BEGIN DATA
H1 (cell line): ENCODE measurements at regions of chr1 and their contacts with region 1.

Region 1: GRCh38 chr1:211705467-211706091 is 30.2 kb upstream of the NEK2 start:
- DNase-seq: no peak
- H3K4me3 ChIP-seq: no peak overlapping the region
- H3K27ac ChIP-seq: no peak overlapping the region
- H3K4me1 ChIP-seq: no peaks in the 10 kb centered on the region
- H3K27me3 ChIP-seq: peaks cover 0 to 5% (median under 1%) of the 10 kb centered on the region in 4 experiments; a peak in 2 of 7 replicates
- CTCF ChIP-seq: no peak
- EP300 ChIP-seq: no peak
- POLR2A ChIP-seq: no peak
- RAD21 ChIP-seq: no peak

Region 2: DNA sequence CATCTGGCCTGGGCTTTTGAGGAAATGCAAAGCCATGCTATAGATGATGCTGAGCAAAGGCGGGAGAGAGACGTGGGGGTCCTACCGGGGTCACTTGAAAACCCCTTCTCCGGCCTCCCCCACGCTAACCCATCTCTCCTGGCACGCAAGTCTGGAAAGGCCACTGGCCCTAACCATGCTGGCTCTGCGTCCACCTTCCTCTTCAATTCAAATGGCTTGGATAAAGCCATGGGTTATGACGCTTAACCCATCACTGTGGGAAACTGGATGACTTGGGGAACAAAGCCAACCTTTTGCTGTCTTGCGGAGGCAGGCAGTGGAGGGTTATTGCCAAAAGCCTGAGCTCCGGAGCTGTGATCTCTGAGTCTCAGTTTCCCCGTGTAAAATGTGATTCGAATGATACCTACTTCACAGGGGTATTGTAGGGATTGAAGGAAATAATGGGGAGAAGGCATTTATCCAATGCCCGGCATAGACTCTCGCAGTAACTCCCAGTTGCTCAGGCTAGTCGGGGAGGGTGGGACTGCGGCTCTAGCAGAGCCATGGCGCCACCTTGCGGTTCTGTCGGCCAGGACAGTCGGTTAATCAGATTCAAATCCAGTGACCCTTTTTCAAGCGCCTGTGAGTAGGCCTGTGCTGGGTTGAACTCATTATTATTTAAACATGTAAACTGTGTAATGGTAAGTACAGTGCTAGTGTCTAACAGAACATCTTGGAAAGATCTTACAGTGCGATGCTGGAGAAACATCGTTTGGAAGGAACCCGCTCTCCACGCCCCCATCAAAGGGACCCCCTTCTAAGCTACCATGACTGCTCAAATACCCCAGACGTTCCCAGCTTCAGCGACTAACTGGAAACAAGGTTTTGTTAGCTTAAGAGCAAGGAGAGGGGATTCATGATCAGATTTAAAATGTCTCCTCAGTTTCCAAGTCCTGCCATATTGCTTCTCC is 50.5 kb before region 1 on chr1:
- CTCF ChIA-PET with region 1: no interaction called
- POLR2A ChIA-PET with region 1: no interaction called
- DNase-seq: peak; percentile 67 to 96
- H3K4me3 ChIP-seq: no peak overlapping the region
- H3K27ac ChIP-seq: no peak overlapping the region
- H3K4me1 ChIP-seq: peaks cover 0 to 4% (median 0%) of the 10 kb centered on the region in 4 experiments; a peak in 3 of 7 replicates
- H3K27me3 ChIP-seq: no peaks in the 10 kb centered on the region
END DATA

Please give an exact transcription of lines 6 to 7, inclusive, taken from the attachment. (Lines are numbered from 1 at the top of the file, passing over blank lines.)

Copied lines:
- H3K4me1 ChIP-seq: no peaks in the 10 kb centered on the region
- H3K27me3 ChIP-seq: peaks cover 0 to 5% (median under 1%) of the 10 kb centered on the region in 4 experiments; a peak in 2 of 7 replicates